“In climate change, there are only a handful of countries that are really causing the emissions problem,” Bell said. “There were really only two countries that had most of the nuclear weapons, and a lot was achieved over many decades by bilateral discussion and and negotiations, to the point where they were able to reduce the number of warheads on both sides.”
3. Almost everybody is in for climate action
More than 180 countries submitted climate pledges during the past year. The 11 that didn’t tended to be torn apart by war or controlled by despots.
Such pledges include commitments to reduce greenhouse gas emissions by certain amounts after 2020, or to stop further annual increases in greenhouse gas releases by a particular year.
The pledges are a new concept — no such commitments were in front of negotiators during any previous rounds of U.N. climate talks.
A hoped-for agreement in Paris would help guide progress toward meeting those pledges (which are known as INDCs, or intended nationally determined contributions), such as by dictating how frequently they are updated, how they are reviewed, and how richer countries will help poorer ones use clean energy to grow their economies.
Even if the talks in Paris collapse without an agreement being reached, the array of climate pledges that were dutifully filed signify that governments around the world are thinking seriously about global warming — and how they can contribute to a looming war against it.
4. Climate pledges would slow warming
Although the pledges are underwhelming, analysis by the U.N. and other groups shows they would have a meaningful effect if fully honored.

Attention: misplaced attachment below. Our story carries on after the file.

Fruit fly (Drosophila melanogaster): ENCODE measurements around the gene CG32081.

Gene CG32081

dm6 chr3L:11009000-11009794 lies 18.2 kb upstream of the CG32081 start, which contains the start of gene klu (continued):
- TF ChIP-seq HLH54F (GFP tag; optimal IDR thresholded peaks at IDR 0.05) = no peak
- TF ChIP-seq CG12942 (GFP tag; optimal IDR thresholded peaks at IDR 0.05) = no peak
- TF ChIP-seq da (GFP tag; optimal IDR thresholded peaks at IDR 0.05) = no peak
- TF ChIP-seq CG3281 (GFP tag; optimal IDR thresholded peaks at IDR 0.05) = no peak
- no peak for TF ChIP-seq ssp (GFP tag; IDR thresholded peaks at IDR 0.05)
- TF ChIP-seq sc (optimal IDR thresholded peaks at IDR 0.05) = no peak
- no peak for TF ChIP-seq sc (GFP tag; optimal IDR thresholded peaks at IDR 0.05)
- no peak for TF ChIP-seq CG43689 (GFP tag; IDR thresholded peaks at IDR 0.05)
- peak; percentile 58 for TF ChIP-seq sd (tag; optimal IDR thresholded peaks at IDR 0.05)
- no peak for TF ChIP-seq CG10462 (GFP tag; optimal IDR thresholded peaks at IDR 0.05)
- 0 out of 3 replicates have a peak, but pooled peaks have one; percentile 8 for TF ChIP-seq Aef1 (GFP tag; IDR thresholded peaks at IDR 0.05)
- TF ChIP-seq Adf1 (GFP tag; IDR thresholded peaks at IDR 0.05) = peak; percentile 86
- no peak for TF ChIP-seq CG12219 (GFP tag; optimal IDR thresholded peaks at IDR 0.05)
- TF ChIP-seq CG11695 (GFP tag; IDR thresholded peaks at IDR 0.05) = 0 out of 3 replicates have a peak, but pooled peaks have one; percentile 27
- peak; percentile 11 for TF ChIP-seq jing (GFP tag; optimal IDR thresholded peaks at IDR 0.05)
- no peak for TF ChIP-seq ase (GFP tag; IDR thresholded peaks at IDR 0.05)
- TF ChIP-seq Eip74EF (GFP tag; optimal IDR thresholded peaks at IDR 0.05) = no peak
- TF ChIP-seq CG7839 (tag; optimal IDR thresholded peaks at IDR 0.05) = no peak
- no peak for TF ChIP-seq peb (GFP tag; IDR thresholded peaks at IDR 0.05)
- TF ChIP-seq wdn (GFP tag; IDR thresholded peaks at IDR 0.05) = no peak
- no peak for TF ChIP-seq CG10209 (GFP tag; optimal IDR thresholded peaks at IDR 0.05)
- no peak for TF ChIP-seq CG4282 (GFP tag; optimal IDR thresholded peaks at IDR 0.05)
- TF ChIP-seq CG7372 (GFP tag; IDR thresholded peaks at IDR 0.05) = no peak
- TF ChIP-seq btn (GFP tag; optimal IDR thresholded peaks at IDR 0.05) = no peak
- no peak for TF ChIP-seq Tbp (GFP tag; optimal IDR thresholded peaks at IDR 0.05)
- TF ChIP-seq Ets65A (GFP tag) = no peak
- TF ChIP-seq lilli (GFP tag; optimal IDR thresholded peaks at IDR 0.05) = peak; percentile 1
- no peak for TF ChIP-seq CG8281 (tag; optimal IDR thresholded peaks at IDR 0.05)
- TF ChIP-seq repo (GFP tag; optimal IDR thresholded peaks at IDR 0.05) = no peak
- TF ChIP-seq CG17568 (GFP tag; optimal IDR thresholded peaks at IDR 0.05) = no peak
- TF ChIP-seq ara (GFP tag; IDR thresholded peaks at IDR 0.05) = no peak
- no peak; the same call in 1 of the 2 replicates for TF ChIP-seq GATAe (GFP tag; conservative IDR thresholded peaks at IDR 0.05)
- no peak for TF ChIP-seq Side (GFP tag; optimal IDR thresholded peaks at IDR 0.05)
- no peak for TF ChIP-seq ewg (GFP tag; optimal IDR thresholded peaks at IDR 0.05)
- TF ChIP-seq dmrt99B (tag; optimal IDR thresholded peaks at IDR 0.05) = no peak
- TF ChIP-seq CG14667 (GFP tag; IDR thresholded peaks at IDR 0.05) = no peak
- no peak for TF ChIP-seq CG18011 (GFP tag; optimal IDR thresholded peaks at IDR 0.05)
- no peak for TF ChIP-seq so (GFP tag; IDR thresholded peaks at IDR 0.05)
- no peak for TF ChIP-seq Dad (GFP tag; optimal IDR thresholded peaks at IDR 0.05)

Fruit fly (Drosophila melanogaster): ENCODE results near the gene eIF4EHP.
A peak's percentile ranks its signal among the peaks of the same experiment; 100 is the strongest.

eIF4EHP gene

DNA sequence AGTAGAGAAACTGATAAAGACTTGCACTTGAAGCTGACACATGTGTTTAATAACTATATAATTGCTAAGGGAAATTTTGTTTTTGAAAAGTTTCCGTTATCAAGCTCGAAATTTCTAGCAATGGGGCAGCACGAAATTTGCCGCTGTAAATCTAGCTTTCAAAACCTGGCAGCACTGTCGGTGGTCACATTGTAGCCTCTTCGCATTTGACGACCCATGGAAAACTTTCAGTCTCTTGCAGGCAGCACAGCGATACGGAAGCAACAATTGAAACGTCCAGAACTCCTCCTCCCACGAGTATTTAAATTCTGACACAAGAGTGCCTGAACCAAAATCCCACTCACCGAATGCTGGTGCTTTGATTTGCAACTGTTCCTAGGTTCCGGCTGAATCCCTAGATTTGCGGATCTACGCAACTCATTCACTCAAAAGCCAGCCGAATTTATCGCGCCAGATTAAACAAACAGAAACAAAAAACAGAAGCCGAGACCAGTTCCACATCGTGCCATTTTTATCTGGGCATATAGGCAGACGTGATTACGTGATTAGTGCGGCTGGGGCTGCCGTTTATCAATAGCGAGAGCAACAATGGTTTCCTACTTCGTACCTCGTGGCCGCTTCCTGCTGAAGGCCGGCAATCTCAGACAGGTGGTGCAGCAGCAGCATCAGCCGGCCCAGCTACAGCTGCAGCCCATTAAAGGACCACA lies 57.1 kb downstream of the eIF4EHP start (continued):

Fuel burning, deforestation, and other industrial activities have already warmed the planet by 1 degree C, and the world appears to be on a trajectory to quadruple that amount of warming. If the climate pledges are honored, warming might be limited to about 3 degrees C.
A world that’s 3 degrees C warmer than preindustrial times would be inflicted by horrific heat waves and catastrophic flooding. But under a “ratcheting mechanism” that’s being negotiated in Paris, it looks likely that the pledges would be reviewed and resubmitted every five years, which could further reduce future warming. That’s because prices continue to fall for clean energy, and because political support for climate action continues to rise.
“I think you’ll see countries potentially do a lot more over the coming years,” said Jamie Henn, a spokesperson for 350.org.
5. Clean energy trends
Fossil fuels remain heavily subsidized, preventing what International Energy Agency chief Fatih Birol described as “fair competition.” Fossil fuel subsidies are being targeted by national governments as they try to transition their economies to clean energy supplies. Last month, for example, Organization for Economic Cooperation and Development members agreed to curb public financing for coal power generation.
Still, nearly half of the power generating capacity installed worldwide in 2014 was built to produce clean energy, such as solar or wind power, according to findings published last month by Birol’s agency.
In the coming years, renewables are projected to become the world’s leading source of new energy supply, helping to displace the fossil fuel power plants that have caused so much of the climate change problem to begin with.
A Paris agreement wouldn’t force countries to accelerate clean energy developments in their countries. But simply planning for the Paris meetings helped pressure countries to do so, and any agreement that’s reached this week will help to coordinate and guide these efforts.